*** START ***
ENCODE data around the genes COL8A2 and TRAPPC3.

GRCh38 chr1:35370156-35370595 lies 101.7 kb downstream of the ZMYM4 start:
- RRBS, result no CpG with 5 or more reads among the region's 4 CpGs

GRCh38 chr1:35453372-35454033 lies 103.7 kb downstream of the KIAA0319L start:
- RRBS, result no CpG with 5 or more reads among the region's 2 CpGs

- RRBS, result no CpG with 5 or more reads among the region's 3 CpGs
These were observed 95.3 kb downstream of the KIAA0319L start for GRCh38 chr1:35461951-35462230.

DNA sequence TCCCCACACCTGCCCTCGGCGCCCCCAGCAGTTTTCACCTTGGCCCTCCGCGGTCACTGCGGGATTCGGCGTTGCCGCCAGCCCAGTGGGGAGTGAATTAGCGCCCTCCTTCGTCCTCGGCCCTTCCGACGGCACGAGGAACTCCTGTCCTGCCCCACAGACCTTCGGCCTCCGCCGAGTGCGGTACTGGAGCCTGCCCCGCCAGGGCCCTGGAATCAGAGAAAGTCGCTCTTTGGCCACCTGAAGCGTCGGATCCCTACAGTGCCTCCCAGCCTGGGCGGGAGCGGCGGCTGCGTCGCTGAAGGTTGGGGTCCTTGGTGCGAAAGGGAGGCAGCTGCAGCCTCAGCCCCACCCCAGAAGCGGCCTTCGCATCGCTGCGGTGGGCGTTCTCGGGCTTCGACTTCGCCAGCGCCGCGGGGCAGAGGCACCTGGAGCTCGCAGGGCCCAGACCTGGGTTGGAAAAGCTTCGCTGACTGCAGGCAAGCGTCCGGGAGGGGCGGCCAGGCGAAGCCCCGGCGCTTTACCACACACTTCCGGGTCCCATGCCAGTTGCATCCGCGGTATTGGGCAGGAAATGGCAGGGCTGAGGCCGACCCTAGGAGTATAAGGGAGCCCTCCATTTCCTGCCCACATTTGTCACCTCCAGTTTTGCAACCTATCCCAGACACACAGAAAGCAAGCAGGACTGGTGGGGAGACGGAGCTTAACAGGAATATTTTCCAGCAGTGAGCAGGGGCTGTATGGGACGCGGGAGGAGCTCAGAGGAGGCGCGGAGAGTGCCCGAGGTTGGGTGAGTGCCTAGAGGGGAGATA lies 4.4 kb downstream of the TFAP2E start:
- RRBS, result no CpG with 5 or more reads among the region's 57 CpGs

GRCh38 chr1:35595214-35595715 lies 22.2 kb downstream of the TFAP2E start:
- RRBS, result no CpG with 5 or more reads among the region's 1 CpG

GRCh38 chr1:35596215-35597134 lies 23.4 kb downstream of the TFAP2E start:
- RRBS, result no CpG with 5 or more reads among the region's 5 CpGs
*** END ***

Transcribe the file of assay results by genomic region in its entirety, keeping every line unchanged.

ENCODE data around the genes COL8A2 and TRAPPC3.

GRCh38 chr1:35370156-35370595 lies 101.7 kb downstream of the ZMYM4 start:
- RRBS, result no CpG with 5 or more reads among the region's 4 CpGs

GRCh38 chr1:35453372-35454033 lies 103.7 kb downstream of the KIAA0319L start:
- RRBS, result no CpG with 5 or more reads among the region's 2 CpGs

- RRBS, result no CpG with 5 or more reads among the region's 3 CpGs
These were observed 95.3 kb downstream of the KIAA0319L start for GRCh38 chr1:35461951-35462230.

DNA sequence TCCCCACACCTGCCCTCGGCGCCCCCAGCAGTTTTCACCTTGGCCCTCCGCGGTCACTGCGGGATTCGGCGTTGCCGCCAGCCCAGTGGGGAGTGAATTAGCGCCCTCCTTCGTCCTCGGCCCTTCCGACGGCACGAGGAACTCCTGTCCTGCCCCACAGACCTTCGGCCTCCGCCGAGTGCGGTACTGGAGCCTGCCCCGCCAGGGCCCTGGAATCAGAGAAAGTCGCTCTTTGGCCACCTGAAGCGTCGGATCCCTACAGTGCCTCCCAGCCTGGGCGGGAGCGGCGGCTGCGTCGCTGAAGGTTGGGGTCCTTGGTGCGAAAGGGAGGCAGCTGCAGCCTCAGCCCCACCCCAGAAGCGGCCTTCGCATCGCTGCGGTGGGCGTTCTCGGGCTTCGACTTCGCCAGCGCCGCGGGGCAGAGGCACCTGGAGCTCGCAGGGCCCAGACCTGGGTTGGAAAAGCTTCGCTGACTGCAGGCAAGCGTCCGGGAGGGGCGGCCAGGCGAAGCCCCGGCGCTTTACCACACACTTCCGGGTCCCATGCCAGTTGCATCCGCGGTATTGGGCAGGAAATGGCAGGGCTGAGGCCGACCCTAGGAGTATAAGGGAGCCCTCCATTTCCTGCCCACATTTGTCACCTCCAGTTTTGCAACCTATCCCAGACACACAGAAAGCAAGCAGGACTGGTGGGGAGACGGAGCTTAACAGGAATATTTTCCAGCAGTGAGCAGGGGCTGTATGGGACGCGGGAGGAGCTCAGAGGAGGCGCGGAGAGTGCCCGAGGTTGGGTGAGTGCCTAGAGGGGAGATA lies 4.4 kb downstream of the TFAP2E start:
- RRBS, result no CpG with 5 or more reads among the region's 57 CpGs

GRCh38 chr1:35595214-35595715 lies 22.2 kb downstream of the TFAP2E start:
- RRBS, result no CpG with 5 or more reads among the region's 1 CpG

GRCh38 chr1:35596215-35597134 lies 23.4 kb downstream of the TFAP2E start:
- RRBS, result no CpG with 5 or more reads among the region's 5 CpGs